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Councils reap benefits of illegal parking

Mark Rowe examines the 'urban myth' of ticket targets
THE motorist's enemy - the parking attendant - is so zealous in his efforts that London's drivers paid pounds 120m in fines last year. More than 3.5 million tickets were issued in Greater London - one for each car in the capital.

The revenue from fines for parking on double yellow lines, in permit- only areas and at expired meters is providing some local authorities with bumper sums to fill their coffers, with one council generating pounds 27m.

The intensity of the clampdown on illegal parking is reflected in the fact that, according to the RAC, there are just 2.3 million registered drivers in London. This rises to 3.5 million when commuters and tourists are included. One in three drivers in London is likely to receive a fine each year.

If issuing parking tickets were an Olympic sport, Westminster City Council in London would be displaying a clutch of gold medals in its town hall. Last year it issued 807,030 tickets, amounting to more than a tenth of all parking tickets handed out each year in Britain. The evangelical zeal with which Westminster pursues its ticketing policy was highlighted when it dispatched a bailiff 50 miles to Sittingbourne in Kent to pursue an unclaimed ticket.

As far as parking tickets are concerned, London's boroughs lead the country in terms of volume, with many councils outside the capital relying on police to issue tickets. In the West Midlands, 194,000 tickets were issued. In London, Westminster not only issued more than 800,000 tickets, it also clamped 23,304 vehicles. Other high-octane ticket issuers include Camden (261,208 tickets); Kensington and Chelsea (221,087); Hammersmith and Fulham (135,336); Ealing (114,061) and Waltham Forest (112,972).

At the other end of the scale, Barking and Dagenham (22,344), Havering (29,220) and Kingston (39,982) would seem safer places to park on a yellow line.

Parking tickets can bring in handsome sums of money. Westminster received pounds 27m last year, Kensington and Chelsea pounds 7.5m, Camden pounds 5.4m and Hammersmith and Fulham pounds 4.9m. The money is used to improve roads and public transport and is ring-fenced, preventing it from being used to subsidise other services or lower council tax.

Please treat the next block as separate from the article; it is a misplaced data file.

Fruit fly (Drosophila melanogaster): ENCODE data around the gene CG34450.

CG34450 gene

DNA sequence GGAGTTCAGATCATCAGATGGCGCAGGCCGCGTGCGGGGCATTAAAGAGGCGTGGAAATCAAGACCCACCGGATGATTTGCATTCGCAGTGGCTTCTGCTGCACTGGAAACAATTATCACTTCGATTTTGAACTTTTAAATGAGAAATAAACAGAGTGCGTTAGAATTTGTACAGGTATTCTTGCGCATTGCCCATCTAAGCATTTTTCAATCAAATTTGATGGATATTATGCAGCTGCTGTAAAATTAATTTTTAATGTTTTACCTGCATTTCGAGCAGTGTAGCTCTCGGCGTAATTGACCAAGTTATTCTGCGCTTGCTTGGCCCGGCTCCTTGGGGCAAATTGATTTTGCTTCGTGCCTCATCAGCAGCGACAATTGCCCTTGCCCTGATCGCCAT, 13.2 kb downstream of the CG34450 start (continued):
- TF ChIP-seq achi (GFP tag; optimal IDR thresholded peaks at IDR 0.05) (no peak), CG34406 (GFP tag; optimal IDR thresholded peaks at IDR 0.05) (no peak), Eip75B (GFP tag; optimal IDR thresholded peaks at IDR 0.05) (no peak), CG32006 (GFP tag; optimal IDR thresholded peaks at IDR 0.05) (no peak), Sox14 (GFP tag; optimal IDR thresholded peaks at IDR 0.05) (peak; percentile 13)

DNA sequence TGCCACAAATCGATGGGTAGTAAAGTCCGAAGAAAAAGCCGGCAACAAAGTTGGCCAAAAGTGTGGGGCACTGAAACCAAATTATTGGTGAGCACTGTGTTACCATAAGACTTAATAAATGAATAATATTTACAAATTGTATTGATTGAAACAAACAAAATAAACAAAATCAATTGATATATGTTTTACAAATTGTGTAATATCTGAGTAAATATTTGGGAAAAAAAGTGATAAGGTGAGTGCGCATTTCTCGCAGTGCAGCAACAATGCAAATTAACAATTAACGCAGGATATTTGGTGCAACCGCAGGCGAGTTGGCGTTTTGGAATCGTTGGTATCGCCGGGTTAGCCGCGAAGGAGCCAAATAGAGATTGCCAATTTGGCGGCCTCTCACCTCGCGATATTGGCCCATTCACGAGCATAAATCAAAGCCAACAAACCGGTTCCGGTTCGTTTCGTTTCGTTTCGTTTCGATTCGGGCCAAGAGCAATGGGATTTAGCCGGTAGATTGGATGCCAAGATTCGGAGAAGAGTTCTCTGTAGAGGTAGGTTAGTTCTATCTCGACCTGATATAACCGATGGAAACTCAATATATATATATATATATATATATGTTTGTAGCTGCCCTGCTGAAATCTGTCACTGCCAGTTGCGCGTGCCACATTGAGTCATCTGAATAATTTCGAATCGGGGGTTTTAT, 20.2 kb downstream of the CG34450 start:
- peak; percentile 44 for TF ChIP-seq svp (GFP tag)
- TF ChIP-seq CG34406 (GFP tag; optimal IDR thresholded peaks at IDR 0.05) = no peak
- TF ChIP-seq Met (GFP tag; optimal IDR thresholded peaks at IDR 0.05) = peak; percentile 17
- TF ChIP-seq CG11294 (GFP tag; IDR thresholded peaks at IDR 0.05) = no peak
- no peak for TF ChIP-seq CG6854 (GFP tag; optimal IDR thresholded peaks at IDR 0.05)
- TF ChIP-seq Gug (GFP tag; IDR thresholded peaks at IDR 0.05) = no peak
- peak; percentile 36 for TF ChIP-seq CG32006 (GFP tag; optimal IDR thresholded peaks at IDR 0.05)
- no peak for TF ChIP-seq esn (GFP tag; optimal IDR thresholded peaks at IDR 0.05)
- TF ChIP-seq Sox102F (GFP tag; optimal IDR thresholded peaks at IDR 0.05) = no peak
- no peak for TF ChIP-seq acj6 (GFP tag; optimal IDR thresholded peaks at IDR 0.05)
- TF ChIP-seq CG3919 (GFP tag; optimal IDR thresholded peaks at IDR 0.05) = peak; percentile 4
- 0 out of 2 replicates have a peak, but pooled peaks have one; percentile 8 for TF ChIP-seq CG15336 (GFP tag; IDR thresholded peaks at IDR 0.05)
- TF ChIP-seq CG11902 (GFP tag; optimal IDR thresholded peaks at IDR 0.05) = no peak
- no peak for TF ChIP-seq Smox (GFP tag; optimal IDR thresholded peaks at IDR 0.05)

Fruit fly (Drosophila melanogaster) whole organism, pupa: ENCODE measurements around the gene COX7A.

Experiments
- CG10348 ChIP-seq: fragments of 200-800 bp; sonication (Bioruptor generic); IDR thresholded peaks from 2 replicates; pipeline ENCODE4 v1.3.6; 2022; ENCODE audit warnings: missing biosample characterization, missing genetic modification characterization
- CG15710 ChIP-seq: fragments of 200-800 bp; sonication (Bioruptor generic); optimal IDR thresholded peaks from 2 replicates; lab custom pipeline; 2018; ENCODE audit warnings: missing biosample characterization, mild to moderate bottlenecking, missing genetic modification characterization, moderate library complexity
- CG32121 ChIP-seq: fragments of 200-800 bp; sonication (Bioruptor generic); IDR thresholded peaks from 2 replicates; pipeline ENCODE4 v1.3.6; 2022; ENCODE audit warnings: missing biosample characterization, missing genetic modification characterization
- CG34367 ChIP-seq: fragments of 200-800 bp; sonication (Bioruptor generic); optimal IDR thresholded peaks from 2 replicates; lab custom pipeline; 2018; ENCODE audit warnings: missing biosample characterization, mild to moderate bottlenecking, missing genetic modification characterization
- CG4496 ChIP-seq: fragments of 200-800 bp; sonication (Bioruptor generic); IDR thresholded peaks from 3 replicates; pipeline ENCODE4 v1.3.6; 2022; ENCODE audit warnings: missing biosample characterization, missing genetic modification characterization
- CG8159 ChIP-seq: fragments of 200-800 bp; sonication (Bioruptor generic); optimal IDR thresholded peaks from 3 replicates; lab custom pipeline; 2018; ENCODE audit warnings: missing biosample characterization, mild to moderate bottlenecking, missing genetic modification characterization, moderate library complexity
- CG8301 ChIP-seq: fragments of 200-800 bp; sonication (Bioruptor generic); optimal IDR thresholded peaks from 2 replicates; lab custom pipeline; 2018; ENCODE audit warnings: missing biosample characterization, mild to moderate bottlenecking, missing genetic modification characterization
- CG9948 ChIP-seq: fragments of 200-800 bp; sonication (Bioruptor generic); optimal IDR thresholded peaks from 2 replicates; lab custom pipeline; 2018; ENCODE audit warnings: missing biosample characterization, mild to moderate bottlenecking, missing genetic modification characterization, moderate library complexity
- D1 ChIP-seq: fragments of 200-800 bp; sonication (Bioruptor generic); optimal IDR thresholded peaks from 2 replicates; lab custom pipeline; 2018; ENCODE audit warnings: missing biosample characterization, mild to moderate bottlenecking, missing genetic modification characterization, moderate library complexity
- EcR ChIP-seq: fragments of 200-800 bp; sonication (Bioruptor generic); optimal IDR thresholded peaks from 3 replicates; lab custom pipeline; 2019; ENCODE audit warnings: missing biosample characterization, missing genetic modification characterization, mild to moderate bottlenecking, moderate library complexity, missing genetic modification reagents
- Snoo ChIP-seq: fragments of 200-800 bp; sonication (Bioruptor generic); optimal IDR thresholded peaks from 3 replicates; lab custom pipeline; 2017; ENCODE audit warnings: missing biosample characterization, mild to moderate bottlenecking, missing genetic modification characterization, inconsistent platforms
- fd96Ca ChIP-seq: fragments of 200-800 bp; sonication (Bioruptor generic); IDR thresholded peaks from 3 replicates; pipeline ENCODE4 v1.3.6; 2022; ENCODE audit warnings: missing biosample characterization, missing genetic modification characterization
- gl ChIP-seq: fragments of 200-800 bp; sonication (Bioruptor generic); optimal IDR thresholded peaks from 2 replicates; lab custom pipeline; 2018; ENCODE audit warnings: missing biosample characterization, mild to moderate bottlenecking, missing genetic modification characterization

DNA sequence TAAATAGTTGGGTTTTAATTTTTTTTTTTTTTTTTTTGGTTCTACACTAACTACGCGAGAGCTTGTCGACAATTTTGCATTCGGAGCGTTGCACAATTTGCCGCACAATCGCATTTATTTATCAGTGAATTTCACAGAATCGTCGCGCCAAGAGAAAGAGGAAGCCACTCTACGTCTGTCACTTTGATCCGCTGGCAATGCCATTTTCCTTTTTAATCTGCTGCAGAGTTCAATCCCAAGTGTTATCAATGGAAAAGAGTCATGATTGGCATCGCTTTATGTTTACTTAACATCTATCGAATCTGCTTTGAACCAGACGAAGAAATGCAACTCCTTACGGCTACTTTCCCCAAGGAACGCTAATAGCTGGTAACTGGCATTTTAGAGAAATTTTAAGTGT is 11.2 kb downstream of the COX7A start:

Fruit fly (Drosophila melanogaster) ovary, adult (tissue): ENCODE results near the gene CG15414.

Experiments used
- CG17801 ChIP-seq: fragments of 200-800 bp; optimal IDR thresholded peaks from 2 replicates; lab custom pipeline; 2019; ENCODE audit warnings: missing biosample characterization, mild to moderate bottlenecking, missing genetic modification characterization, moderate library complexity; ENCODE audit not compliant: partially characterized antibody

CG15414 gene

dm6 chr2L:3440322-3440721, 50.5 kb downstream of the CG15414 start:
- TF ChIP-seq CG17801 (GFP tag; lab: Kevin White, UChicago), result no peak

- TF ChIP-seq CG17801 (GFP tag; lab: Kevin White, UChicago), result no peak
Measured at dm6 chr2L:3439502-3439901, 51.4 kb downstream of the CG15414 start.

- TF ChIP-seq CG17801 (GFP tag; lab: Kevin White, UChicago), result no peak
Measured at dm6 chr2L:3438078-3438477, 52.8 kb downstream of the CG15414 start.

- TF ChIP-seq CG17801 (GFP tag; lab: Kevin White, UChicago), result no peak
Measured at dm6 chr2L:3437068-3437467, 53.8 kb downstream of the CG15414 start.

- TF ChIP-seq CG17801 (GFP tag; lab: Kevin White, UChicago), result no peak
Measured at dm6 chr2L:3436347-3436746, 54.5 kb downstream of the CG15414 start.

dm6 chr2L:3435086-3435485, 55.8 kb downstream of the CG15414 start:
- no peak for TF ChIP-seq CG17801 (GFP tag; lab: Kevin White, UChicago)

The vast sums often at stake have prompted accusations that councils seek to maximise income by setting contractors targets for how many tickets they should issue, a claim fiercely denied by Westminster.

"It is absolutely not the case," said a spokesman. "Wardens issue tickets when they see an infringement. They are given no incentives to do so. Our level of ticket enforcement reflects the number of offences committed."

Despite denials, there remains widespread suspicion that some London councils do set targets.

"If they're private contractors then I'm sure it's the case some have been offered incentives to issue more tickets," said a spokesman for Hammersmith and Fulham council.

"We're not out to make huge sums, unlike other boroughs who are more professional about it. Our annual budget is pounds 183m, so while tickets give us a sizeable sum we could make much more if we wanted."

Another suspicion is that councils are now so confident they can receive a certain sum in revenue from parking tickets that they apply to banks to receive the amount in advance in the form of a loan. Hammersmith and Fulham says that it does not do this.

A spokesman for the Transport Committee for London, which oversees parking enforcement, defended the soaring levels of tickets. "It's nothing to do with one council being more enthusiastic than another. There's revenue in it for them, although others don't make any money.

"It's an urban myth that councils offer incentives. The rates are in proportion to the number of cars coming through with no place to park. That's why a tiny area like the Corporation of London issues 100,000 tickets. It's law enforcement. In an ideal world we wouldn't issue any tickets."